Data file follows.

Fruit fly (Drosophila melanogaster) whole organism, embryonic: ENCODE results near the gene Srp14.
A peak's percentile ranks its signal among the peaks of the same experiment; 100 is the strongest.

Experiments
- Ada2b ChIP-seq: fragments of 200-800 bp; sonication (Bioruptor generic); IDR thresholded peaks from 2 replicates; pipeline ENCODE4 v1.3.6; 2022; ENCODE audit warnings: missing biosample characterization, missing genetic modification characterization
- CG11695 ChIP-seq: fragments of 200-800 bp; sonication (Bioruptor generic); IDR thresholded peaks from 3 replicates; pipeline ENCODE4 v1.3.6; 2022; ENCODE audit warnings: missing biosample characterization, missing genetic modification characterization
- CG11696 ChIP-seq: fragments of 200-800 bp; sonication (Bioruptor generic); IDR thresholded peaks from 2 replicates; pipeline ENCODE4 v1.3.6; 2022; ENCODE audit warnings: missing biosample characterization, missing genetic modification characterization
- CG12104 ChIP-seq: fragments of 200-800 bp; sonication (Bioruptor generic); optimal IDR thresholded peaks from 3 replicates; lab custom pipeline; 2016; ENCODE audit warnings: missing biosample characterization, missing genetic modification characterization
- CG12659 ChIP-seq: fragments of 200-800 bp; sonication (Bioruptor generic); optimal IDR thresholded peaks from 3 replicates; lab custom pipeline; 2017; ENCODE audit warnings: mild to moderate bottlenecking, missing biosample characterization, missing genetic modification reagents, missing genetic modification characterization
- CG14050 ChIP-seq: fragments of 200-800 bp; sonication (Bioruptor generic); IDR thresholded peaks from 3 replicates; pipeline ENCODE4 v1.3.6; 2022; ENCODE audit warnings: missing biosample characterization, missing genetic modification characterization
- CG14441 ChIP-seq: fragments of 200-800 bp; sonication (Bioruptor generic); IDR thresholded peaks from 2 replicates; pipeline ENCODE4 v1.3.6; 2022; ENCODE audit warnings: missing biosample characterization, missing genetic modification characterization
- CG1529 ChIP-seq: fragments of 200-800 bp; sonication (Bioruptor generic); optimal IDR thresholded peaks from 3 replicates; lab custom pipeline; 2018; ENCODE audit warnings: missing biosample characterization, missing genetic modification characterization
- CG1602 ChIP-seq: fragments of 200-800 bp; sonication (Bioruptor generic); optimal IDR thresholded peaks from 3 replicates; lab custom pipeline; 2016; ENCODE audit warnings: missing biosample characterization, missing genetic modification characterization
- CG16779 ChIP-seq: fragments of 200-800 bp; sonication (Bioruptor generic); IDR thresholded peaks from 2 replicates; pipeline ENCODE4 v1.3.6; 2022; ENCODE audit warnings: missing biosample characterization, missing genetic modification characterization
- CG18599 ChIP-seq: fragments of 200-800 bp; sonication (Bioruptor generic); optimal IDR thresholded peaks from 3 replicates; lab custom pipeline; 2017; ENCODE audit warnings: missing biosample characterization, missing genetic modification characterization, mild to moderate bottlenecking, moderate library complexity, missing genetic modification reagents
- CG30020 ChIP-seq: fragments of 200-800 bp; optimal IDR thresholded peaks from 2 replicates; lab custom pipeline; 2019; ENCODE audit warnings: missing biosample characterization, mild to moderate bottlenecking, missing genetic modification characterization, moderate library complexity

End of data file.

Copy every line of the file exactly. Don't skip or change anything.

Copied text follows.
Fruit fly (Drosophila melanogaster) whole organism, embryonic: ENCODE results near the gene Srp14.
A peak's percentile ranks its signal among the peaks of the same experiment; 100 is the strongest.

Experiments
- Ada2b ChIP-seq: fragments of 200-800 bp; sonication (Bioruptor generic); IDR thresholded peaks from 2 replicates; pipeline ENCODE4 v1.3.6; 2022; ENCODE audit warnings: missing biosample characterization, missing genetic modification characterization
- CG11695 ChIP-seq: fragments of 200-800 bp; sonication (Bioruptor generic); IDR thresholded peaks from 3 replicates; pipeline ENCODE4 v1.3.6; 2022; ENCODE audit warnings: missing biosample characterization, missing genetic modification characterization
- CG11696 ChIP-seq: fragments of 200-800 bp; sonication (Bioruptor generic); IDR thresholded peaks from 2 replicates; pipeline ENCODE4 v1.3.6; 2022; ENCODE audit warnings: missing biosample characterization, missing genetic modification characterization
- CG12104 ChIP-seq: fragments of 200-800 bp; sonication (Bioruptor generic); optimal IDR thresholded peaks from 3 replicates; lab custom pipeline; 2016; ENCODE audit warnings: missing biosample characterization, missing genetic modification characterization
- CG12659 ChIP-seq: fragments of 200-800 bp; sonication (Bioruptor generic); optimal IDR thresholded peaks from 3 replicates; lab custom pipeline; 2017; ENCODE audit warnings: mild to moderate bottlenecking, missing biosample characterization, missing genetic modification reagents, missing genetic modification characterization
- CG14050 ChIP-seq: fragments of 200-800 bp; sonication (Bioruptor generic); IDR thresholded peaks from 3 replicates; pipeline ENCODE4 v1.3.6; 2022; ENCODE audit warnings: missing biosample characterization, missing genetic modification characterization
- CG14441 ChIP-seq: fragments of 200-800 bp; sonication (Bioruptor generic); IDR thresholded peaks from 2 replicates; pipeline ENCODE4 v1.3.6; 2022; ENCODE audit warnings: missing biosample characterization, missing genetic modification characterization
- CG1529 ChIP-seq: fragments of 200-800 bp; sonication (Bioruptor generic); optimal IDR thresholded peaks from 3 replicates; lab custom pipeline; 2018; ENCODE audit warnings: missing biosample characterization, missing genetic modification characterization
- CG1602 ChIP-seq: fragments of 200-800 bp; sonication (Bioruptor generic); optimal IDR thresholded peaks from 3 replicates; lab custom pipeline; 2016; ENCODE audit warnings: missing biosample characterization, missing genetic modification characterization
- CG16779 ChIP-seq: fragments of 200-800 bp; sonication (Bioruptor generic); IDR thresholded peaks from 2 replicates; pipeline ENCODE4 v1.3.6; 2022; ENCODE audit warnings: missing biosample characterization, missing genetic modification characterization
- CG18599 ChIP-seq: fragments of 200-800 bp; sonication (Bioruptor generic); optimal IDR thresholded peaks from 3 replicates; lab custom pipeline; 2017; ENCODE audit warnings: missing biosample characterization, missing genetic modification characterization, mild to moderate bottlenecking, moderate library complexity, missing genetic modification reagents
- CG30020 ChIP-seq: fragments of 200-800 bp; optimal IDR thresholded peaks from 2 replicates; lab custom pipeline; 2019; ENCODE audit warnings: missing biosample characterization, mild to moderate bottlenecking, missing genetic modification characterization, moderate library complexity